Teaching Philosophy to Children
To love wisdom is literally the definition of Philosophy
Studying fundamental questions about different concepts such as reality, existence, knowledge, mind, and many more gives us a deeper understanding of ourselves and the world around us. Philosophy enables a person to be able to think critically, and it provides knowledge and answers to different topics that could potentially leave an influence on one’s life.
Philosophy is broad and complex, and it covers a wide variety of issues and ideas that each have its own importance and level of understanding. Philosophy may seem like a heavy topic that couldn’t easily be understood. However, there is an importance in teaching philosophy to children. One lesson on Philosophy that I believe is essential and that I would like a child to always remember is the lesson on self-existence, specifically the philosophical theory “I think, therefore I am.”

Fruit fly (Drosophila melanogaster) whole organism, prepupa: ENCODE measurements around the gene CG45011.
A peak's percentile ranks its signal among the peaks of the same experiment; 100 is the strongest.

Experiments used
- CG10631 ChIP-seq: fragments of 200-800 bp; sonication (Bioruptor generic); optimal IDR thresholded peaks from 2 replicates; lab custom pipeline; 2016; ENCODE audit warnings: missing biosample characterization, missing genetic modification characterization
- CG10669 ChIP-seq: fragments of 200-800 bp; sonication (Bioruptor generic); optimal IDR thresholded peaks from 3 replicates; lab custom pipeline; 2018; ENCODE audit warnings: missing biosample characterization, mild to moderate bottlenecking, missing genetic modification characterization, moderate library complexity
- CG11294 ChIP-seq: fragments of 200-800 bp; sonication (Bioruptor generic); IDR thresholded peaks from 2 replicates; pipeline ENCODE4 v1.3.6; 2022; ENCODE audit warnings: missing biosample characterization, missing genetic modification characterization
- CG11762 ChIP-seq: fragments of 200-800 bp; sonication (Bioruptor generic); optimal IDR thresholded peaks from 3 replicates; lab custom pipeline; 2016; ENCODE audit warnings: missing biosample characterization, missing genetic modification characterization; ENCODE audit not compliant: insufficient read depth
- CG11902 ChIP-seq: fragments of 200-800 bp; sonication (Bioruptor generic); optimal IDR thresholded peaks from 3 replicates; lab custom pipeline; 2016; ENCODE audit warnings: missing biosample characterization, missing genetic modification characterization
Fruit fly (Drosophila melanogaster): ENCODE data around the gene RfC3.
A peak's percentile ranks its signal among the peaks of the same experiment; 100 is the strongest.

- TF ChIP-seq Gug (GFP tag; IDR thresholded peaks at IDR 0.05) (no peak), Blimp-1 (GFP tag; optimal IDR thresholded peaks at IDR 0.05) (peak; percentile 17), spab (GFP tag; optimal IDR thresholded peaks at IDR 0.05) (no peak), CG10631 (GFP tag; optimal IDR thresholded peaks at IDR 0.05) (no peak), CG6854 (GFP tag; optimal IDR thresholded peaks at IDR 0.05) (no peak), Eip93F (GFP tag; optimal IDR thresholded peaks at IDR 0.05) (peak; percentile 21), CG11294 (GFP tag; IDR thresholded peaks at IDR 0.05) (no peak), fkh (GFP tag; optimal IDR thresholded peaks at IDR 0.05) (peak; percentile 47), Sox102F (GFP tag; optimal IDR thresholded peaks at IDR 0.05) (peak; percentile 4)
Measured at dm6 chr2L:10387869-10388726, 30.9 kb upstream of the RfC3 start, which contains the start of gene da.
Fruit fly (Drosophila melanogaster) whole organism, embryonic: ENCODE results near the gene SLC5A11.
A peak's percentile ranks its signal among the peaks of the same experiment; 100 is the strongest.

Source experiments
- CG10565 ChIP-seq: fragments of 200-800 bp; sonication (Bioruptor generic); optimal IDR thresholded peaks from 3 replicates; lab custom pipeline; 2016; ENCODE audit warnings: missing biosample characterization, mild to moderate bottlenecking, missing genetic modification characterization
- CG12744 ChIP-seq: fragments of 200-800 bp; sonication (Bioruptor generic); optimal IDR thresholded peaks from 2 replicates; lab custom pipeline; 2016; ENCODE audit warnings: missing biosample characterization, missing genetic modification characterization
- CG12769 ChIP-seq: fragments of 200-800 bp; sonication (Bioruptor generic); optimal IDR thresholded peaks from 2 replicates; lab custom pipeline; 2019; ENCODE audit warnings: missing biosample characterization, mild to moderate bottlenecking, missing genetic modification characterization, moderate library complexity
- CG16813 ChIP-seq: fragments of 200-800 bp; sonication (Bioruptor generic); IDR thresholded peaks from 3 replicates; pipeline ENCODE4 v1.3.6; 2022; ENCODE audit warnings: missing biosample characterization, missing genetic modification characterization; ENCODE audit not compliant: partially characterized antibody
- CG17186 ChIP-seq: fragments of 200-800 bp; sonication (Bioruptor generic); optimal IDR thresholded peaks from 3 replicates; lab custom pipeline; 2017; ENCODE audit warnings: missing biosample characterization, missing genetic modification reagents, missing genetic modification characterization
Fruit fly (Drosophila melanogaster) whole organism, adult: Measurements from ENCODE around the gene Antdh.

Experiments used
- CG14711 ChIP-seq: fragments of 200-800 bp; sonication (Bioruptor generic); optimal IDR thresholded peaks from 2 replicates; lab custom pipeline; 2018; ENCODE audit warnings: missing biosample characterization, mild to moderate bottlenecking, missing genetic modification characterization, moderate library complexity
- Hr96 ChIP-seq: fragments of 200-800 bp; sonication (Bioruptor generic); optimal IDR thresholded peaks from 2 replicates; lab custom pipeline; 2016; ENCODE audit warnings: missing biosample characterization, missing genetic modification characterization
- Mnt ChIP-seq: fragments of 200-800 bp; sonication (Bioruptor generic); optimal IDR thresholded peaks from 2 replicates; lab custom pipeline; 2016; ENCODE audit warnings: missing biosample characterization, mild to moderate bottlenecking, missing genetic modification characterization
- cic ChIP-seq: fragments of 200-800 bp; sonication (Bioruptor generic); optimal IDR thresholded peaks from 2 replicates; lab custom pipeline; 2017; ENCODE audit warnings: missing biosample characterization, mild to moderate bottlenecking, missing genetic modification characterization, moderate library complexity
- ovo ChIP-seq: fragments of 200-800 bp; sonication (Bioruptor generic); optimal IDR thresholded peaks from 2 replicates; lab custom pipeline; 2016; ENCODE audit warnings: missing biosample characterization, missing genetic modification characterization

Questioning and doubting one’s existence is not unfamiliar when it comes to Philosophy. A French Mathematician and Philosopher, often credited as the “Father of Modern Philosophy”, named René Descartes has taken this idea of existence into account by formulating the mandate, “Cogito, ergo sum” or “I think, therefore I am” where he is confident that when he is thinking, he exists (“Rene Descartes | Biography, Philosophy, & Facts | Britannica,” 2020). To explain this, Descartes was in a state of universal doubt in which he doubts if the foundations of knowledge were truly certain and he struggled to feel the existence of anything. Descartes claims that our senses can be misleading and that they are not always trustworthy, and that dreams are often indistinguishable from reality (Maden, 2019). And as he doubts the existence of the physical world, he also considered if he, himself is included with that “everything” and if his existence is merely just a perception. Therefore he concludes that we cannot claim absolute certainty. But with all this doubting, Descartes realizes that through these thoughts, he is thinking, and every thought is our existence, making us a thinking being. Assuring himself of his own existence, he is sure of one thing, that we cannot doubt the existence of our thoughts, because as we suspect, we think. Thus, “I think, therefore I am.”